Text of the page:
The Doctor and Student (1518)

Christopher St. Germain

What is equity

Equity is a right wiseness that considereth all the particular circumstances of the deed, the which also is tempered with the sweetness of mercy. And such an equity must always be observed in every law of man, and in every general rule thereof: and that knew he well that said thus, Laws covet to be ruled by equity. And the wise man saith, Be not overmuch right wise; for the extreme right wiseness is extreme wrong: as who saith, If thou take all that the words of the law giveth thee thou shalt sometime do against the law. And for the plainer declaration what equity is, thou shalt understand, that sith the deeds and acts of men, for which laws have been ordained, happen in divers manners infinitely, it is not possible to make any general rifle of the law, but that it shall fail in some cage and therefore makers of law take heed to such things as may often come, and not to every particular case, for they could not though they would. And therefore, to follow the words of the law were in some case both against justice and the commonwealth. Wherefore in some cases it is necessary to love the words of the law, and to follow that reason and justice requireth, and to that intent equity is ordained; that is to say, to temper and mitigate the rigour of the law. And it is called also by some men epieikeia; the which is no other thing but an exception of the law of God, or the law of reason, from the general rules of the law of men, when they by reason of their generality, would in any particular case judge against the law of God or the law of reason: the which exception is secretly understood in every general rule of every positive law. And so it appeareth, that equity taketh not away the very right, but only that that seemeth to be right by the general words of the law. Nor it is not ordained against the cruelness of the law, for the law in such case generally taken is good in himself; but equity followeth the law in all particular cases where right and justice requireth, notwithstanding the general rule of the law be to the contrary. Wherefore it appeareth, that if any law were made by man without any such exception expressed or implied, it were manifestly unreasonable, and were not to be suffered: for such causes might come, that he that would observe the law should break both the law of God and the law of reason. As if a man make a vow that he will never eat white-meat, and after it happeneth him to come there where he can get no other meat: in this case it behoveth him to break his avow, for the particular case is excepted secretly from his general avow by his equity or epieikeia, as it is said before. Also if a law were made in a city, that no man under the pain of death should open the gates of the city before the sun-rising; yet if the citizens before that hour flying from their enemies, come to the gates of the city, and one for saving of the citizens openeth the gates before the hour appointed by the law, he offendeth not the law, for that case is excepted from the said general law by equity, as is said before. And so it appeareth that equity rather followeth the intent of the law, than the words of the law. And I suppose that there be in like wise some like equities grounded on the general rules of the law of the realm.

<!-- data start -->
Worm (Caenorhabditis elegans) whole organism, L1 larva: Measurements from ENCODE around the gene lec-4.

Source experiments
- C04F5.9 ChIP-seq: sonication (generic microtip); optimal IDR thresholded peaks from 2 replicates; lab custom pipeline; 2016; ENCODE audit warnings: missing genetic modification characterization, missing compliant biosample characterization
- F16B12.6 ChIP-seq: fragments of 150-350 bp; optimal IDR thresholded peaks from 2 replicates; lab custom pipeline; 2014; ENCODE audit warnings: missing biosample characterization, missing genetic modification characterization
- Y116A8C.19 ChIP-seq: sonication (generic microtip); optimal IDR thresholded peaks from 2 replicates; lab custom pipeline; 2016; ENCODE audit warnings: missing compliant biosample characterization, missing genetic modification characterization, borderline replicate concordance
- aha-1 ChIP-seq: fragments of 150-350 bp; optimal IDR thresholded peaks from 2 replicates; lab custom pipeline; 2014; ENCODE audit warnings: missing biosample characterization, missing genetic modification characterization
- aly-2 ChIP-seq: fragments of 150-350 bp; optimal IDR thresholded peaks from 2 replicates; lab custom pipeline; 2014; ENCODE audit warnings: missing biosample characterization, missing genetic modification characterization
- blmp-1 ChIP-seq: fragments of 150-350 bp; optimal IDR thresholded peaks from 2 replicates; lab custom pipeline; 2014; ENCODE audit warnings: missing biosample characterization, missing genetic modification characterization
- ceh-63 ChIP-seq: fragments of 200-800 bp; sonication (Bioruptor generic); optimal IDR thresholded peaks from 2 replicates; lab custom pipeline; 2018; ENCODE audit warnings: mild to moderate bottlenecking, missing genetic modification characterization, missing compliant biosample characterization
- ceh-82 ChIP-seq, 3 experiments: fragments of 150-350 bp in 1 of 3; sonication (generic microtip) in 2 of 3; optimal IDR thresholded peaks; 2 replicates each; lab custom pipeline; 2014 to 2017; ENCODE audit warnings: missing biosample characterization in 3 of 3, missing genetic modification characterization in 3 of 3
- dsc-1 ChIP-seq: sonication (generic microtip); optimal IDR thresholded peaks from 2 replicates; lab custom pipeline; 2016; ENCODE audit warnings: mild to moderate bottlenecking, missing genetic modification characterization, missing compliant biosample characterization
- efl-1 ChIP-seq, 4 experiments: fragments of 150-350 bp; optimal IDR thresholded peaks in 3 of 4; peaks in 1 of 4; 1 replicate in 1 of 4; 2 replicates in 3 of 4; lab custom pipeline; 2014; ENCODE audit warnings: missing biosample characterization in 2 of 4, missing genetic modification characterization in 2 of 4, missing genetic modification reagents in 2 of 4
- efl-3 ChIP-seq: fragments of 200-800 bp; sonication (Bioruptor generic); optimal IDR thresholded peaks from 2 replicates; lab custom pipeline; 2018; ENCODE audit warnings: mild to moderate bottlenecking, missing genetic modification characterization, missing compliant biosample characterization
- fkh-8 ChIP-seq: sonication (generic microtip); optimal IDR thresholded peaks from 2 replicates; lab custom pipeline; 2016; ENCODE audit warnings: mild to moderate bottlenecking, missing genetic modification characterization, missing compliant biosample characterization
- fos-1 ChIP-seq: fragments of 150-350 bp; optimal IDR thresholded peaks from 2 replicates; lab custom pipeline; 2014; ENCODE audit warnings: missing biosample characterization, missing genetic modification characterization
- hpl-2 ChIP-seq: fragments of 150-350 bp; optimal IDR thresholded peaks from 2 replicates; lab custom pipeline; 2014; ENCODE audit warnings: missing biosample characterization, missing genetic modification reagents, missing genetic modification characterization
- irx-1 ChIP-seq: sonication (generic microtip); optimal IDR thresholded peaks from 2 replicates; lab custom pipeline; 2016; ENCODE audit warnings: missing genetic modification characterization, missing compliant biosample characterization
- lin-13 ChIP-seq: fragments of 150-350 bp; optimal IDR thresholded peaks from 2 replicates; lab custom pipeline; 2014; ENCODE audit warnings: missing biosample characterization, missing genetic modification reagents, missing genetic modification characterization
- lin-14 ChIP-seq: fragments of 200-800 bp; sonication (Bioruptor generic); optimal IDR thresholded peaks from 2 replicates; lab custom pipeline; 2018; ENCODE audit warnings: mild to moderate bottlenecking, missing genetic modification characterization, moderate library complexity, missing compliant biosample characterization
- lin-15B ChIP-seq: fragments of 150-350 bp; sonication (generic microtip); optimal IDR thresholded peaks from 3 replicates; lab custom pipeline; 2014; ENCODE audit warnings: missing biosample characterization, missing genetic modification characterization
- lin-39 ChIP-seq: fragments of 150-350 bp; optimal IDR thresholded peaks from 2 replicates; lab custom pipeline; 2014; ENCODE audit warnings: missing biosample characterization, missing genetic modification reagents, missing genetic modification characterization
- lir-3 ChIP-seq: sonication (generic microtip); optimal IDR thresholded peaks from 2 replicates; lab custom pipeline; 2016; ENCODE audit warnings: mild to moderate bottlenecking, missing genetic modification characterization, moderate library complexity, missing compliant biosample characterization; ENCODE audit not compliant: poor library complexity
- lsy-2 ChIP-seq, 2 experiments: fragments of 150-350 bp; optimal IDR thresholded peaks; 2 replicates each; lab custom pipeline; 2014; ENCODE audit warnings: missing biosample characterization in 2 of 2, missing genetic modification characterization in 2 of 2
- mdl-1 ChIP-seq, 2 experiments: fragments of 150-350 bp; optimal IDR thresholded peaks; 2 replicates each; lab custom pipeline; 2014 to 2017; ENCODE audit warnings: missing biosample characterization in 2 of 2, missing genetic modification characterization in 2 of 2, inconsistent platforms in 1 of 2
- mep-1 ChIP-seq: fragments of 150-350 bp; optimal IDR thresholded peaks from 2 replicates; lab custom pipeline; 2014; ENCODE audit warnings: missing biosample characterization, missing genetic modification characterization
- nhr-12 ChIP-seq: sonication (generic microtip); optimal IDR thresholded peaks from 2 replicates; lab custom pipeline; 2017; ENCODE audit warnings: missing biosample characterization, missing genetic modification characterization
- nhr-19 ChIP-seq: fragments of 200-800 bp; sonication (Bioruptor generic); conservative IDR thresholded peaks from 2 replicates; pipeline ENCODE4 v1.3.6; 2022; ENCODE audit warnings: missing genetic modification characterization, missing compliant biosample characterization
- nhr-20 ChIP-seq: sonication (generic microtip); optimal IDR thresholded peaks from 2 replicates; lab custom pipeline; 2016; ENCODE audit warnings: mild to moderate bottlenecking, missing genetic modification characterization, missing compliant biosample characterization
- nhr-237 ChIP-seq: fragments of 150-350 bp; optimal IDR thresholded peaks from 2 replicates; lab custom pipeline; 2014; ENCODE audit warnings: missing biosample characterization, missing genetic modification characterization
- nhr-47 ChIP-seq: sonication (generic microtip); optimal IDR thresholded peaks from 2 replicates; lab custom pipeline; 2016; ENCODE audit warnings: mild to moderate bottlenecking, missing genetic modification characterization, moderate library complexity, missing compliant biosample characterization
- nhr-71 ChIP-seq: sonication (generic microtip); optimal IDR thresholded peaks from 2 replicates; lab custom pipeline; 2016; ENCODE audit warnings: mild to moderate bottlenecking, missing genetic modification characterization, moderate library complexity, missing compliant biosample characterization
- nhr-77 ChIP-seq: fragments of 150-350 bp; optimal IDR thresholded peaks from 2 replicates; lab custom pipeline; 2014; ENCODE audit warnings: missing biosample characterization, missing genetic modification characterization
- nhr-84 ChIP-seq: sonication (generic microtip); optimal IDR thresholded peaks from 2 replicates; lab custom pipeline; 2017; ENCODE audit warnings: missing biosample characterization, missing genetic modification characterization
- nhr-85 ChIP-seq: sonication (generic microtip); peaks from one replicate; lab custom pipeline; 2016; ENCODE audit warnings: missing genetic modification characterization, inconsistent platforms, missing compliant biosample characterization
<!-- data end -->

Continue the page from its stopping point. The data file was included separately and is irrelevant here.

Stud. Yea verily; whereof one is this. There is a general prohibition in the laws of England, that it shall not be lawful to any man to enter into the freehold of another without authority of the owner or the law: but yet it is excepted from the said prohibition by the law of reason, that if a man drive beasts by the highway, and the beasts happen to escape into the corn of his neighbour, and he, to bring out his beasts, that they should do no hurt, goeth into the ground, and setteth out his beasts, there he shall justify that entry into the ground by the law. Also notwithstanding the statute of Edw. 3, made the 14th year of his reign, whereby it is ordained, that no man, upon pain of imprisonment, should give any alms to any valiant beggar, that is well able to labour; yet if a man meet with a valiant beggar in so cold a weather, and so light apparel, that if he have no clothes, he shall not be able to come to any town for succour, but is likely rather to die by the way, and he therefore giveth him apparel to save his life, he shall be excused by the said statute, by such an exception of the law of reason as I have spoken of.

Doct. I know well that, as thou sayest, he shall be excepted of the said statute by conscience, and over that, that he shall have great reward of God for his good deeds: but I would wit whether the party shall be so discharged in the Common law by such an exception of the law of reason, or not? For though ignorance invincible of a statute excuse the party against God, yet (as I have heard) it excuses not in the laws of the realm, ne yet Chancery, as some say, although the case be so that the party to whom the forfeiture is given may not with conscience leave it.

Stud. Verily, by thy question thou hast put me in a great doubt; wherefore I pray thee give me a respite therein to make thee an answer but, as I suppose for the time, (howbeit I will not fully affirm it to be as I say) it should seem that he should well plead it for his discharge at the Common law, because it shall be taken that it was the intent of the makers of the statute to except such cases. And the judges may many times judge after the mind of the makers as far as the letter may suffer, and so it seemeth they may in this case. And divers other exceptions there be also from other general grounds of the law of the realm by such equity as thou hast remembered before, that were too long to rehearse now.

Doct. But yet I pray thee shew me shortly somewhat more of the mind, under what manner a man may be holpen in this realm by such equity.

Stud. I will with good-will shew thee somewhat therein.